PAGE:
- There is a problem with this though – you cannot simply continue to add a little weight or reps every time you lift. Eventually your body will break down and you will crash. No one knows for sure why but people who try end up breaking down in body and spirit as I know from experience. A solution is cycling. You start off relatively light and use the progressive overload principal for a period of time to build up slowly to a new high – then start over again a little heavier than the previous starting point and do it all again. This should reduce the chances of a crash while ensuring gains.

- This seems like a good place to address the question of optimal volume. How much volume do I need to effectively and efficiently develop the skill of strength? Well think back to when you were a kid – how did you learn to kick a football or shoot hoops? You be out there every spare second you had practicing that’s how. You’d stop when you were tired and you go right back after it when you felt like it again; 100% focused. Kids are impetuous though and as adults there are better ways to do it even though the answer is along the same lines.

- I believe the answer is as many as you can do perfectly on that day in that session. Perfect practice makes perfect. If I do one rep perfectly everyday as opposed to doing 2 perfect reps everyday which one will develop strength faster? And if I keep on going doing reps after I have started to go downhill it’s like practicing those hoops blindfolded...I'll never improve.

To sum all the above up I'll paraphrase the immortal line from Prof. Vladimir Zatsiorsky who summed up effective strength building as training as often as possible while being as fresh as possible.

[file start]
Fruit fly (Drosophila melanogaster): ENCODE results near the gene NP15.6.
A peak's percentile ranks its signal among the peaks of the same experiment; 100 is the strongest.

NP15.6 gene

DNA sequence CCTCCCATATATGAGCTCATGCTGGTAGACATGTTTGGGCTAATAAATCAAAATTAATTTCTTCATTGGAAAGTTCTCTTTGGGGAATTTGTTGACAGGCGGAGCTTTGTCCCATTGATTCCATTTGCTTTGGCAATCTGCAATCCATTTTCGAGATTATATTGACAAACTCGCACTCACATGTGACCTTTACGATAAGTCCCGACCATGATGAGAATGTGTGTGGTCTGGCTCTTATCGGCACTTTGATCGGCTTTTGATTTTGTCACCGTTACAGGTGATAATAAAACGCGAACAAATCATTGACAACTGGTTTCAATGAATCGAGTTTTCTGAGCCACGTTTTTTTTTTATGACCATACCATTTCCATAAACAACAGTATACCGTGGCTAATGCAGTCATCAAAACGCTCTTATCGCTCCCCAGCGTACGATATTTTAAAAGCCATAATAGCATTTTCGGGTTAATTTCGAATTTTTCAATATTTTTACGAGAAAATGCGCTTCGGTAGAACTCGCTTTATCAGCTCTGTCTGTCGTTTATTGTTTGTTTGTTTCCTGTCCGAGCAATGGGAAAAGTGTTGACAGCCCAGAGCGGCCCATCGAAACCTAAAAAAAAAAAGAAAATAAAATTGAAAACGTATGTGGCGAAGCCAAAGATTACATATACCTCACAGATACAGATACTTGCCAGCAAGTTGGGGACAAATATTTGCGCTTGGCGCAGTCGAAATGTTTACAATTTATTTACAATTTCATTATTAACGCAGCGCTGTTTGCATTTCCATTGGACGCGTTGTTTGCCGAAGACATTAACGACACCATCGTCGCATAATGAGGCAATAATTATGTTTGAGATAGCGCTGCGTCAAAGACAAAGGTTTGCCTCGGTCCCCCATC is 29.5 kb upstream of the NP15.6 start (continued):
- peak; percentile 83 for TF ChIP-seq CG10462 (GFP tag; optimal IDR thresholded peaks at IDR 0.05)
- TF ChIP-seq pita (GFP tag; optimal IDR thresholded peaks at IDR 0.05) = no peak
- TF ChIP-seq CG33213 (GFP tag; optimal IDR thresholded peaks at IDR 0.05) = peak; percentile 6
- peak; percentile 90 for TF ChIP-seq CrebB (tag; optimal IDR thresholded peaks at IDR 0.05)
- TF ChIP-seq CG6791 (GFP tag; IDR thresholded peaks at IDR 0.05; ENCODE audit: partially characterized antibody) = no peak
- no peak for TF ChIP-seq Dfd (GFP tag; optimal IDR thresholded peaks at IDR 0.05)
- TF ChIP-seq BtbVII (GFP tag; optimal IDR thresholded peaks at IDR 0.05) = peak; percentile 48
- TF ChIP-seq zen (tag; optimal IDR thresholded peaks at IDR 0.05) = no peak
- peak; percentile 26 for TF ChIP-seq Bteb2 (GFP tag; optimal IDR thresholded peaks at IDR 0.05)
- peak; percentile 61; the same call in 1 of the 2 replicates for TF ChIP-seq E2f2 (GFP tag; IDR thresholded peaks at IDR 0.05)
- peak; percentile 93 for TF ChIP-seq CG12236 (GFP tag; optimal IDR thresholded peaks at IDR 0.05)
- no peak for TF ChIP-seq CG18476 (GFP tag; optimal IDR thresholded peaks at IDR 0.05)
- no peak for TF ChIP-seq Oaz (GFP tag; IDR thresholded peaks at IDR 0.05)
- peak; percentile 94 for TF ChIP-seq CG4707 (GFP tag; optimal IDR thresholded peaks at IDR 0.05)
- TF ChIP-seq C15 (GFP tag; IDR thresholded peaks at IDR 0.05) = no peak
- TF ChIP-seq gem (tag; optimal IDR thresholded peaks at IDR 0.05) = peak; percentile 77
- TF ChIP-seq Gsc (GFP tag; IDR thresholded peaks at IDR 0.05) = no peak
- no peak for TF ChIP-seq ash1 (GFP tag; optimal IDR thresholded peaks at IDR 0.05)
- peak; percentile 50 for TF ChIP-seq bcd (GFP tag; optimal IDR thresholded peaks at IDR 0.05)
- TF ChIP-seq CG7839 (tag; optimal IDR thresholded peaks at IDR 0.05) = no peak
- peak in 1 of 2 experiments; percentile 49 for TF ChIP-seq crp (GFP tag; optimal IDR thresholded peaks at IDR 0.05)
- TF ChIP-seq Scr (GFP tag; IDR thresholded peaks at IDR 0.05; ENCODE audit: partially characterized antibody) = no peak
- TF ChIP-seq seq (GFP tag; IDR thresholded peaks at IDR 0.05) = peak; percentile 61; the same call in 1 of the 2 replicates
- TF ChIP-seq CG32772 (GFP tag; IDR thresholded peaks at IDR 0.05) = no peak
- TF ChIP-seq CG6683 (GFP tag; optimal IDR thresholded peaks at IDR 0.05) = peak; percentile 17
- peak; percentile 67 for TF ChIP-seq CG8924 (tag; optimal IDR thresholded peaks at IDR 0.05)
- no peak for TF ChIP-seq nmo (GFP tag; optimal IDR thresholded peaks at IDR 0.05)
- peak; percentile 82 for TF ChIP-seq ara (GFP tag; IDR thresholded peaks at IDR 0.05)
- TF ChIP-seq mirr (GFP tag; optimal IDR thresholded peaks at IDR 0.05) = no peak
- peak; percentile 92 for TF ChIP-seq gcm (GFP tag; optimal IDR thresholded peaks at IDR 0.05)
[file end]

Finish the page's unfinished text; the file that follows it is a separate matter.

OK, so lets take a look at what we have so far and how I can use it to try and answer a couple of the highlights and lowlights of my training so far – my increased DL from KB work and the early bath on my PttP cycle.

From November to March the only training I did consisted of using 16-32 Kg KB yet after this I was able to lift 140kgs for 4 reps easily when my best was one of those shaky 1 RM’s at the same weight previously. If the route to strength is high intensity and low reps then how is this possible?

I believe this goes back to what I said about all things being equal a bigger muscle will usually be stronger. During this time the muscles on the back of my body have gotten noticeably thicker and bigger. These are the same muscles used for DeadLifting. So if I have bigger muscles and probably even increased my ability to tense them then it makes sense that this method will make me stronger. There are no arguments about this – there are many different ways to gain strength, what I want though is strength without added mass. I’d say though that I could control my weight using KBs a lot better if I didn’t eat like a pig!!